What Explains the Flow of Foreign Fighters to ISIS?
This paper provides the first systematic analysis of the link between economic, political, and social conditions and the global phenomenon of ISIS foreign fighters. We find that poor economic conditions do not drive participation in ISIS. In contrast, the number of ISIS foreign fighters is positively correlated with a country's GDP per capita and Human Development Index (HDI). In fact, many foreign fighters originate from countries with high levels of economic development, low income inequality, and highly developed political institutions. Other factors that explain the number of ISIS foreign fighters are the size of a country's Muslim population and its ethnic homogeneity. Although we cannot directly determine why people join ISIS, our results suggest that the flow of foreign fighters to ISIS is driven not by economic or political conditions but rather by ideology and the difficulty of assimilation into homogeneous Western countries.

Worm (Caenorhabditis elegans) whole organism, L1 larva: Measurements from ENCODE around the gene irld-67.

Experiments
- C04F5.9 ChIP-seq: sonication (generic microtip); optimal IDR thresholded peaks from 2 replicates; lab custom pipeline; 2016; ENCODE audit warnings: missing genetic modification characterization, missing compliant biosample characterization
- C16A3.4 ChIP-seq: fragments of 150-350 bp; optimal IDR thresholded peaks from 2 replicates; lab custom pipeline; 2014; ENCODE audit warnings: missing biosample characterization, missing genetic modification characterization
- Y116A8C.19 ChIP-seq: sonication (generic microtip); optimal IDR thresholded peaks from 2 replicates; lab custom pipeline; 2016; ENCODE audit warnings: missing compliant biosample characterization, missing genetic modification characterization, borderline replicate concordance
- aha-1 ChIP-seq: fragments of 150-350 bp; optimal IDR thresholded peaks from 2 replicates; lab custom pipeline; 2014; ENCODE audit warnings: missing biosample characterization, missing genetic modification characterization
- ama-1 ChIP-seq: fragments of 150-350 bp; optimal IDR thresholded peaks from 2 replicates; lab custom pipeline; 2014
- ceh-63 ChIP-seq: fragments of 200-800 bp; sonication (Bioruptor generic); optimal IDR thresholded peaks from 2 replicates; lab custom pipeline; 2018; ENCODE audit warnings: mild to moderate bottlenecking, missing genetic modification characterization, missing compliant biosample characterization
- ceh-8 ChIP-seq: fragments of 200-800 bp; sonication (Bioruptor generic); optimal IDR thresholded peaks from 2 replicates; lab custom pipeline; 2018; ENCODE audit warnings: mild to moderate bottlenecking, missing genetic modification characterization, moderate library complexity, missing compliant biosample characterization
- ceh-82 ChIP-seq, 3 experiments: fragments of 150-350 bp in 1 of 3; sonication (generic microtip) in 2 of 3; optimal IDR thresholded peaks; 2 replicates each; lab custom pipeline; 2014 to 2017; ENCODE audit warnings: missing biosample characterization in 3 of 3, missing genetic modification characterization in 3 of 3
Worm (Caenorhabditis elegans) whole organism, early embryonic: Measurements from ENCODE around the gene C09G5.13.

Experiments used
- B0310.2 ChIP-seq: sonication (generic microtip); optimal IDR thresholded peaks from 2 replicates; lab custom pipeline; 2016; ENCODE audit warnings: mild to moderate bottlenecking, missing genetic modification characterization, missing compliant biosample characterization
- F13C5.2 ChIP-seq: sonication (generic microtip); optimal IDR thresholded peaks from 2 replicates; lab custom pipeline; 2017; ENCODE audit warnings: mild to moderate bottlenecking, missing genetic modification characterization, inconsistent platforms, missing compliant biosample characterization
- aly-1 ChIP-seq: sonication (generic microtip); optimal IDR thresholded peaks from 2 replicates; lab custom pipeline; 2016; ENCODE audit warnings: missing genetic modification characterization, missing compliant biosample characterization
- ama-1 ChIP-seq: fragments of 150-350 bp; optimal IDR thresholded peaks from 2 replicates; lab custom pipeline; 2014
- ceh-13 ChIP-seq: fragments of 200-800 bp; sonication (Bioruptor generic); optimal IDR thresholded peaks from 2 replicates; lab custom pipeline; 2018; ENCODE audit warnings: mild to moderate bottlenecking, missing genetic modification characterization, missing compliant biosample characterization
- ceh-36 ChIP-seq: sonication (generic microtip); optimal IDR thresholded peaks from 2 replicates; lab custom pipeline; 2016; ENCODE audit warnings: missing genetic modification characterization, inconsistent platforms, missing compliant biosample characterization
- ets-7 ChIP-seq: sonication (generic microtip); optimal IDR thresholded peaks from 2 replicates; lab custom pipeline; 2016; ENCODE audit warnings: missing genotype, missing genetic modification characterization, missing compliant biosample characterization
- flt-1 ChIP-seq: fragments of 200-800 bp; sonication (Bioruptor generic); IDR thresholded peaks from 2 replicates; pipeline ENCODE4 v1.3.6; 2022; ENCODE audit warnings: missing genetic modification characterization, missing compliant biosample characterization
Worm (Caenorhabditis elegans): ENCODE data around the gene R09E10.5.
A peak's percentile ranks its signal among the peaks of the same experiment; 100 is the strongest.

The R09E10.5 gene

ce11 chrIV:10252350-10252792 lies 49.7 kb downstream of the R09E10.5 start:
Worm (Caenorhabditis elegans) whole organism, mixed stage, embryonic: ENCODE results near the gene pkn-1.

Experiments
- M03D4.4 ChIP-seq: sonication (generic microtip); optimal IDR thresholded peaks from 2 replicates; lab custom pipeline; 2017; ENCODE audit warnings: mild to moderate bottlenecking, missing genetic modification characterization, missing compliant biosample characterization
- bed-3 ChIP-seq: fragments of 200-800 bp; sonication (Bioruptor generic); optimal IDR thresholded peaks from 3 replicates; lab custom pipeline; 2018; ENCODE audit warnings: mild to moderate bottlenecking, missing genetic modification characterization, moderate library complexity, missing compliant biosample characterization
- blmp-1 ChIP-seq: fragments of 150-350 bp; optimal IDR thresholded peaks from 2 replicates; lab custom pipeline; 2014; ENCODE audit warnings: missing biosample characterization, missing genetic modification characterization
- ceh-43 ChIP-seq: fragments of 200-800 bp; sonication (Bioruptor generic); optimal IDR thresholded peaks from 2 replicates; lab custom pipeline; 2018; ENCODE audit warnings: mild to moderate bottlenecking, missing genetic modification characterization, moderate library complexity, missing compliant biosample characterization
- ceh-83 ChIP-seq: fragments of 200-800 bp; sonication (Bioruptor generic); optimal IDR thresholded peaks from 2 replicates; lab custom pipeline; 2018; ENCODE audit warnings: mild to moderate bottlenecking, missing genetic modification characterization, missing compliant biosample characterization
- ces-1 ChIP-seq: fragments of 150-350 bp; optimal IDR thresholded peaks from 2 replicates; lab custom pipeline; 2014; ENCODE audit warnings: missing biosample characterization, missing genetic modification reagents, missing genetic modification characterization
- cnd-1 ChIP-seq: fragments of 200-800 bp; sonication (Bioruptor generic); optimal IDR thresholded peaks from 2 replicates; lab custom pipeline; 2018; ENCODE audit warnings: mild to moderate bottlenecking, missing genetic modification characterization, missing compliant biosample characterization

We thank Lauran Cohen, Michael Freedman, Laura Jones Dooley, David Matsa and Paola Sapienza for very helpful comments. Jimmy Hong provided excellent research assistance. All errors are our own. The views expressed herein are those of the authors and do not necessarily reflect the views of the National Bureau of Economic Research.
- Many come to the Middle East from countries with high levels of economic development, low income inequality, and highly developed...
Efraim Benmelech & Esteban F. Klor, 2020. "What Explains the Flow of Foreign Fighters to ISIS?," Terrorism and Political Violence, vol 32(7), pages 1458-1481.